Configuring Legitimacy: A Framework for Legitimation in Armed Conflict
June 24, 2014 09:00 AM
In this paper, first presented at the 2013 Fall Research Conference in Washington, DC, University of Arizona authors Eric Schoon, Alexandra Joosse, and H. Brinton Milward address two critical problems in the study of legitimacy by developing a framework for evaluating variations in the effects of legitimation as the product of different configurations of sources, forms, and bases for the legitimation of actors involved in conflict.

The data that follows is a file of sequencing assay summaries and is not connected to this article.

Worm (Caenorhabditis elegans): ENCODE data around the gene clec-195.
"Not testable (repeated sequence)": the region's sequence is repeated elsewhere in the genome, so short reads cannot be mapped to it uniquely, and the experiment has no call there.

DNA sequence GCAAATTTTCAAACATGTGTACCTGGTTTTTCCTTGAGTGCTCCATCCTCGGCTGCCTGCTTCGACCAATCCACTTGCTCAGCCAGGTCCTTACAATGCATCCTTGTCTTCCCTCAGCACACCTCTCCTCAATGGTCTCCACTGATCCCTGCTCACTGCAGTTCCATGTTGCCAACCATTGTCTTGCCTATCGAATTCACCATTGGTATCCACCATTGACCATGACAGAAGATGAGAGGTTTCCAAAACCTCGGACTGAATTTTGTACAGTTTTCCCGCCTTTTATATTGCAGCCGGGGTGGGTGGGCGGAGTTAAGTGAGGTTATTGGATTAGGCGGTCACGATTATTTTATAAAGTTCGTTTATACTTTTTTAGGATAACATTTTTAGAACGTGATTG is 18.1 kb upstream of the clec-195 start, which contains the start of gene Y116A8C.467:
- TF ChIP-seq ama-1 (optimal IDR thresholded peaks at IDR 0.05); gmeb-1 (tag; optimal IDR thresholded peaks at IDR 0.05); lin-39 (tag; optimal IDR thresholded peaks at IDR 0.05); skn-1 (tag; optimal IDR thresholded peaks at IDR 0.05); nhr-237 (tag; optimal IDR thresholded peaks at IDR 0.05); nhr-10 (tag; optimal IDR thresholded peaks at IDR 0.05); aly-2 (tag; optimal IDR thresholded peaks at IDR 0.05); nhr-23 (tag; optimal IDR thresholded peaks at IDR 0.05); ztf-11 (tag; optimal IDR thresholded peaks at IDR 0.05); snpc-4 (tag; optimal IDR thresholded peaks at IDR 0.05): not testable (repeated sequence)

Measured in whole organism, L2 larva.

Legitimacy is a central concern for defining and developing public policy in response to covert and illegal networks. However, while scholarship on violent conflict has identified legitimacy as a critical concern for the success and resilience of both violent insurgencies and the governments fighting them, the relevance of this insight for policy development suffers from two critical limitations. First, the effects of legitimation vary widely from case to case, resulting in a broad consensus that legitimacy is a purely local phenomenon, and limiting the generalizability of insights gained from any given case. Second, conceptualizations of legitimacy are widely inconsistent within the literature on violent conflict, and are often too abstract to be effectively applied in the context of policy analysis.
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